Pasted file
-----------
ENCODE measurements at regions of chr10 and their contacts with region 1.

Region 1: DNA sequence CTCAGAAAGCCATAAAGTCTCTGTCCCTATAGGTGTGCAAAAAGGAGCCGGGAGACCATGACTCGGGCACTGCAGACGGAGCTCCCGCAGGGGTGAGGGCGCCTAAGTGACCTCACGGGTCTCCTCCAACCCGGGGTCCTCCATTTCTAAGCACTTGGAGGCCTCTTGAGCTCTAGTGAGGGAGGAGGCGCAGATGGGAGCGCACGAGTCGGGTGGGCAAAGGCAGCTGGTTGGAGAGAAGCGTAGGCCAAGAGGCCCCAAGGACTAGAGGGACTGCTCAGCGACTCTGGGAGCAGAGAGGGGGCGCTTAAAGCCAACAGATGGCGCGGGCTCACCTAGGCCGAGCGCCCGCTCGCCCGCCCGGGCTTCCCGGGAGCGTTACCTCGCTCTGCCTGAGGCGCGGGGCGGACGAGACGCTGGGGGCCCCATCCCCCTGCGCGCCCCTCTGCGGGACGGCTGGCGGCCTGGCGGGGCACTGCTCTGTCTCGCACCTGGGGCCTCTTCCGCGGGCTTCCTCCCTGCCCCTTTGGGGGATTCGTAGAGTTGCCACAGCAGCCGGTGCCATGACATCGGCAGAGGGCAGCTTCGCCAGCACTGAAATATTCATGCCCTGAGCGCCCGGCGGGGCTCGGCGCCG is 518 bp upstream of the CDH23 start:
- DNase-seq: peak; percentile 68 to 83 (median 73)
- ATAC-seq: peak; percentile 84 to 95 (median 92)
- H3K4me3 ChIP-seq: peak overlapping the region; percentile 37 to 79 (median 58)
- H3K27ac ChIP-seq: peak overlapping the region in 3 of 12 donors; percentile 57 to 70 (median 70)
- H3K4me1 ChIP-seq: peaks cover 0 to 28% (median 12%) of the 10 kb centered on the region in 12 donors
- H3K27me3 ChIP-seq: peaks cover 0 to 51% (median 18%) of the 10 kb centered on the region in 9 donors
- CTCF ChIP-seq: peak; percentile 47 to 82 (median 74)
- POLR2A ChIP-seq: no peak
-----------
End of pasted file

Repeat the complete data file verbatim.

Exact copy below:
ENCODE measurements at regions of chr10 and their contacts with region 1.

Region 1: DNA sequence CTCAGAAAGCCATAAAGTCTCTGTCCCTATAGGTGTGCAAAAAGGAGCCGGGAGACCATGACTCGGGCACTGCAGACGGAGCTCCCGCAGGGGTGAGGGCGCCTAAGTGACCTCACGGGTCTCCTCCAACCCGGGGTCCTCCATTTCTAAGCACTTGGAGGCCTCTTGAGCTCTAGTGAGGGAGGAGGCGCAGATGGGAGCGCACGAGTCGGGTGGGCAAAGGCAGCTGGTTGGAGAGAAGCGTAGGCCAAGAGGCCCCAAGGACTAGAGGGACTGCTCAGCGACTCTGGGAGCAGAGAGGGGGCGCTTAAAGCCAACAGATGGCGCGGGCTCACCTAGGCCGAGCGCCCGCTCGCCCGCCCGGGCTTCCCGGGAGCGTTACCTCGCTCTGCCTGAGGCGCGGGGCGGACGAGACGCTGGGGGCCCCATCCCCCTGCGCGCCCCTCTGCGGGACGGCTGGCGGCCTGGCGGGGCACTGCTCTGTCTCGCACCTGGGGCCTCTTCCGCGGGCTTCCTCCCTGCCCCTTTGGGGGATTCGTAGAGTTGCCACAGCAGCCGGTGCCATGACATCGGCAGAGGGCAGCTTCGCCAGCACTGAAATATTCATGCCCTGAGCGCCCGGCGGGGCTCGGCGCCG is 518 bp upstream of the CDH23 start:
- DNase-seq: peak; percentile 68 to 83 (median 73)
- ATAC-seq: peak; percentile 84 to 95 (median 92)
- H3K4me3 ChIP-seq: peak overlapping the region; percentile 37 to 79 (median 58)
- H3K27ac ChIP-seq: peak overlapping the region in 3 of 12 donors; percentile 57 to 70 (median 70)
- H3K4me1 ChIP-seq: peaks cover 0 to 28% (median 12%) of the 10 kb centered on the region in 12 donors
- H3K27me3 ChIP-seq: peaks cover 0 to 51% (median 18%) of the 10 kb centered on the region in 9 donors
- CTCF ChIP-seq: peak; percentile 47 to 82 (median 74)
- POLR2A ChIP-seq: no peak